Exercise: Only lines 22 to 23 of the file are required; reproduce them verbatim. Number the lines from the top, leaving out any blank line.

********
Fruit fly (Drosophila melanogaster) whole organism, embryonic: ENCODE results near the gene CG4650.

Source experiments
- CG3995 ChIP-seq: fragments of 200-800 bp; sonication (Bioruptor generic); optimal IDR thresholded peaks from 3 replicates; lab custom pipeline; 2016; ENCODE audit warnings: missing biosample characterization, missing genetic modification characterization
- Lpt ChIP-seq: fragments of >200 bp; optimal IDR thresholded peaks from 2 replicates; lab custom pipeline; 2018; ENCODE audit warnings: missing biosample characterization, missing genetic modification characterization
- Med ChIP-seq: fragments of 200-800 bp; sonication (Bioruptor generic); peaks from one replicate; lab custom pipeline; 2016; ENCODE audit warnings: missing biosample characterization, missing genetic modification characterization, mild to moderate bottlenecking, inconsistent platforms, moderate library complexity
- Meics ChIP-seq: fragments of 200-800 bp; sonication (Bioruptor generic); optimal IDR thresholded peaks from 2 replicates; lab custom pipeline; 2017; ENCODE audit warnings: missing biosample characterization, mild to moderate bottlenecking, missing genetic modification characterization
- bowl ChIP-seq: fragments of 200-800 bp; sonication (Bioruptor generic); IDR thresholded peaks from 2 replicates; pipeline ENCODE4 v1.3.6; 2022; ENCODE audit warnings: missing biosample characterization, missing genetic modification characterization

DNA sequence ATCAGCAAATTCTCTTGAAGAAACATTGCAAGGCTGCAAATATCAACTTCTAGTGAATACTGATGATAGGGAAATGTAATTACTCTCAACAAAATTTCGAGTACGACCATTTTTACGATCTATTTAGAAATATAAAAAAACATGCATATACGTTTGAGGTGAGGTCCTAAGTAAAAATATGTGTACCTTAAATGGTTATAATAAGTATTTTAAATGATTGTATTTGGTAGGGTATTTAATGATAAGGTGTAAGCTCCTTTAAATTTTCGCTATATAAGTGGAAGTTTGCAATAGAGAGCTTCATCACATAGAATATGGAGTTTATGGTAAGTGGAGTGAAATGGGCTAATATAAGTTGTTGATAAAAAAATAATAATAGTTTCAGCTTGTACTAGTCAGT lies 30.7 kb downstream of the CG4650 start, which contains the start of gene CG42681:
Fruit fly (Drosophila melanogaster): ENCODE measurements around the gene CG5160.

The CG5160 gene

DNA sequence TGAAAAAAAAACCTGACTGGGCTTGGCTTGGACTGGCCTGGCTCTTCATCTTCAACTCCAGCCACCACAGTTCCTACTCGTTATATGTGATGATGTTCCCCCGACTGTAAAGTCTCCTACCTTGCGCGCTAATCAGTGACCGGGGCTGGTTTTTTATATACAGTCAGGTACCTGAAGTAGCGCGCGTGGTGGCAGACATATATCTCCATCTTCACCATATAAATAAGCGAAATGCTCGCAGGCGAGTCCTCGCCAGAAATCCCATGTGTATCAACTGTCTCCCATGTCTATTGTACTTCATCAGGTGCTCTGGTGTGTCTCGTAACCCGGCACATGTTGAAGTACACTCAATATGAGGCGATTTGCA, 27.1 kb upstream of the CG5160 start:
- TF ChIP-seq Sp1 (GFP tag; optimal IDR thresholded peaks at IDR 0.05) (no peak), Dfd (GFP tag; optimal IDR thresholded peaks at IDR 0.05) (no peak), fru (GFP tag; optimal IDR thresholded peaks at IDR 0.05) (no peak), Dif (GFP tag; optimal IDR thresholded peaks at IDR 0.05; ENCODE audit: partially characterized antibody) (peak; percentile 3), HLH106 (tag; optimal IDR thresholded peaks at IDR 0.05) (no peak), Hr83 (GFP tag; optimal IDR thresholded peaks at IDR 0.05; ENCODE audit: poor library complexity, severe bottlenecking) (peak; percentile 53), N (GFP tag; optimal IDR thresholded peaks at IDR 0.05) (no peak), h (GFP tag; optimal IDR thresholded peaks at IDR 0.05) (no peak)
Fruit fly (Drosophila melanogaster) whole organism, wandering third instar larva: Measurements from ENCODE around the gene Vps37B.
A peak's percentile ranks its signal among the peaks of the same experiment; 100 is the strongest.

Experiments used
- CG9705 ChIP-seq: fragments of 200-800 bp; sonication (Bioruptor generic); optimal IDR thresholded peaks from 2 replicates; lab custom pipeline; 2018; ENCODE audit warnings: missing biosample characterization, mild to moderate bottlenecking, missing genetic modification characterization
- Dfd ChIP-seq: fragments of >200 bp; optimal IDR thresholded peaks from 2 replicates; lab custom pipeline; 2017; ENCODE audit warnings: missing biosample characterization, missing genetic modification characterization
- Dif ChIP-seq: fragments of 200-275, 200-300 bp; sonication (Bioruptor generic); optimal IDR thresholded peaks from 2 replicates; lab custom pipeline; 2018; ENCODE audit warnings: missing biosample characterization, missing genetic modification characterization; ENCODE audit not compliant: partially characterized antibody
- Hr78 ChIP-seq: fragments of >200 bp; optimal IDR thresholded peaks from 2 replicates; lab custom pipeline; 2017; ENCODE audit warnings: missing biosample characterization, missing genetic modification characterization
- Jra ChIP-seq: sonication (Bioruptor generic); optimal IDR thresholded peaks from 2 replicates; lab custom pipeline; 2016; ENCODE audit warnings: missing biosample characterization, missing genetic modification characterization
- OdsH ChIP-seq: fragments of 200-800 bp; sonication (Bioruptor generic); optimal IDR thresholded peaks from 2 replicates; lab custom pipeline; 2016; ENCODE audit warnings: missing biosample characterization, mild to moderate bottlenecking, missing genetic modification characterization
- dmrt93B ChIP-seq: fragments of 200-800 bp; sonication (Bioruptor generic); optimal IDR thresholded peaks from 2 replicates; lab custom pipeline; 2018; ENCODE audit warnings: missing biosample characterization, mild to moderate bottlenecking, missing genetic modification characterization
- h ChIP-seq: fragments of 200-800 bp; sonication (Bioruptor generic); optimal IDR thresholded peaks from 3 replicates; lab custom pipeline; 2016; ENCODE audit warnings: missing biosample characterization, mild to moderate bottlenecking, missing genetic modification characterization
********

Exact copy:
- dmrt93B ChIP-seq: fragments of 200-800 bp; sonication (Bioruptor generic); optimal IDR thresholded peaks from 2 replicates; lab custom pipeline; 2018; ENCODE audit warnings: missing biosample characterization, mild to moderate bottlenecking, missing genetic modification characterization
- h ChIP-seq: fragments of 200-800 bp; sonication (Bioruptor generic); optimal IDR thresholded peaks from 3 replicates; lab custom pipeline; 2016; ENCODE audit warnings: missing biosample characterization, mild to moderate bottlenecking, missing genetic modification characterization